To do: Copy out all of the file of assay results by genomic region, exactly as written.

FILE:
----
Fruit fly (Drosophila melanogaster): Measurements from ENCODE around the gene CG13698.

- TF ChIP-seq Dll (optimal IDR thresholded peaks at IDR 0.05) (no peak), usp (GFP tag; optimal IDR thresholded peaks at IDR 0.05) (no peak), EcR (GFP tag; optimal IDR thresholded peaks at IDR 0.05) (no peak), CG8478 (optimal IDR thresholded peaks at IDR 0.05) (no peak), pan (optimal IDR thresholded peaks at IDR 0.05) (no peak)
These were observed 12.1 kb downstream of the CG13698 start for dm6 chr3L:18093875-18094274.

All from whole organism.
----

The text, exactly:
Fruit fly (Drosophila melanogaster): Measurements from ENCODE around the gene CG13698.

- TF ChIP-seq Dll (optimal IDR thresholded peaks at IDR 0.05) (no peak), usp (GFP tag; optimal IDR thresholded peaks at IDR 0.05) (no peak), EcR (GFP tag; optimal IDR thresholded peaks at IDR 0.05) (no peak), CG8478 (optimal IDR thresholded peaks at IDR 0.05) (no peak), pan (optimal IDR thresholded peaks at IDR 0.05) (no peak)
These were observed 12.1 kb downstream of the CG13698 start for dm6 chr3L:18093875-18094274.

All from whole organism.